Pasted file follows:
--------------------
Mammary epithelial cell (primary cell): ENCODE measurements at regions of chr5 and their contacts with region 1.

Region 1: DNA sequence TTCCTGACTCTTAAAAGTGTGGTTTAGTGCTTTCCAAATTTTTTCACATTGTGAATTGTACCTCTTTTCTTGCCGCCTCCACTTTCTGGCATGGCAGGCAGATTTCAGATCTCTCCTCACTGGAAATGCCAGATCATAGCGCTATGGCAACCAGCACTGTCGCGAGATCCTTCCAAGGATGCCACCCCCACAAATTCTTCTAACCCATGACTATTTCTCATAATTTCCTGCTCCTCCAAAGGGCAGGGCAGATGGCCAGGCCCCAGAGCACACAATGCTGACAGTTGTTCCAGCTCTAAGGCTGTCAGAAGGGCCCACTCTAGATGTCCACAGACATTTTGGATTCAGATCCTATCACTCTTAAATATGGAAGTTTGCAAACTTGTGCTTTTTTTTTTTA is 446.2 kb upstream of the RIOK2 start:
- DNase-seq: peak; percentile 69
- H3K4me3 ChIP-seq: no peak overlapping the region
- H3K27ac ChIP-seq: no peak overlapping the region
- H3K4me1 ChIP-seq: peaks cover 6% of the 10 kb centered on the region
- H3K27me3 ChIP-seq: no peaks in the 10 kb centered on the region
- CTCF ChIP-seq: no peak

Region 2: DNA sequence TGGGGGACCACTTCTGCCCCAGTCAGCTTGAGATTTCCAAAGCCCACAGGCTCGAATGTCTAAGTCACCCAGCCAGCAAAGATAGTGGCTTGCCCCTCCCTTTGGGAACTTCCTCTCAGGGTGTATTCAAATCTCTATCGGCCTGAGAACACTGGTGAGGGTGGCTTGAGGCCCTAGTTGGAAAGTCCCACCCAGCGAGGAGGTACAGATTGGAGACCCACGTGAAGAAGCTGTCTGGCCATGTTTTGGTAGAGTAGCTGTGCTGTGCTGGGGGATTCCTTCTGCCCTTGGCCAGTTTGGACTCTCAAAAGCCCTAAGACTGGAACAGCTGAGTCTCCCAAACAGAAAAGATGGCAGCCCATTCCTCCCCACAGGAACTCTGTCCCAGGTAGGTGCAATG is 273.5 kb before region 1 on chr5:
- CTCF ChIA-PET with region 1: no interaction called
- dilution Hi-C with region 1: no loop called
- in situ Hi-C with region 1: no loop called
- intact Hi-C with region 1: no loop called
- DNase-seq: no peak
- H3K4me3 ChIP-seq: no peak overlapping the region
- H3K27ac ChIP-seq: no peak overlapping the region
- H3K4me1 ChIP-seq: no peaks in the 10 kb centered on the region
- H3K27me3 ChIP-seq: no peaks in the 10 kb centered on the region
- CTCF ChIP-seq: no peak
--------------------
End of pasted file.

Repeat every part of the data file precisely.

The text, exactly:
Mammary epithelial cell (primary cell): ENCODE measurements at regions of chr5 and their contacts with region 1.

Region 1: DNA sequence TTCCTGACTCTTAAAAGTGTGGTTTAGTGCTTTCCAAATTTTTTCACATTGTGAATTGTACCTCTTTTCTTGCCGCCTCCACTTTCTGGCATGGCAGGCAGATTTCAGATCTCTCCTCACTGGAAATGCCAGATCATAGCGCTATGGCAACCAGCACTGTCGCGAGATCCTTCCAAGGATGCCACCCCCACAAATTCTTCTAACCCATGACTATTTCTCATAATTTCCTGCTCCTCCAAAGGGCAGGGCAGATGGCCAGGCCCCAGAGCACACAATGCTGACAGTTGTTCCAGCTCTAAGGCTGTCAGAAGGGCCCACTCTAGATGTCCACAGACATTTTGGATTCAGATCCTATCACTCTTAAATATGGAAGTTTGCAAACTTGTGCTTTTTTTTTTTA is 446.2 kb upstream of the RIOK2 start:
- DNase-seq: peak; percentile 69
- H3K4me3 ChIP-seq: no peak overlapping the region
- H3K27ac ChIP-seq: no peak overlapping the region
- H3K4me1 ChIP-seq: peaks cover 6% of the 10 kb centered on the region
- H3K27me3 ChIP-seq: no peaks in the 10 kb centered on the region
- CTCF ChIP-seq: no peak

Region 2: DNA sequence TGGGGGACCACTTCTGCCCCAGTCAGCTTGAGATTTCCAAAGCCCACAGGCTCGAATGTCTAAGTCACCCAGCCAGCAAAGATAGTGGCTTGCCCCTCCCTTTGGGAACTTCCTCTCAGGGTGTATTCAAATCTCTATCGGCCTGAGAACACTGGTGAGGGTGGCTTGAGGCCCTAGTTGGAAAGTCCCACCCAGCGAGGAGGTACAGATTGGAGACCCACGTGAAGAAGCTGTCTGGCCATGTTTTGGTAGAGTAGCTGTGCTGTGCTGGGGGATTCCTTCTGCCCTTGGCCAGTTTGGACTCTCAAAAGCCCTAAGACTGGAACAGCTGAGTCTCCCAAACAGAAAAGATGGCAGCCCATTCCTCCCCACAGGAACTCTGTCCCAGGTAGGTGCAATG is 273.5 kb before region 1 on chr5:
- CTCF ChIA-PET with region 1: no interaction called
- dilution Hi-C with region 1: no loop called
- in situ Hi-C with region 1: no loop called
- intact Hi-C with region 1: no loop called
- DNase-seq: no peak
- H3K4me3 ChIP-seq: no peak overlapping the region
- H3K27ac ChIP-seq: no peak overlapping the region
- H3K4me1 ChIP-seq: no peaks in the 10 kb centered on the region
- H3K27me3 ChIP-seq: no peaks in the 10 kb centered on the region
- CTCF ChIP-seq: no peak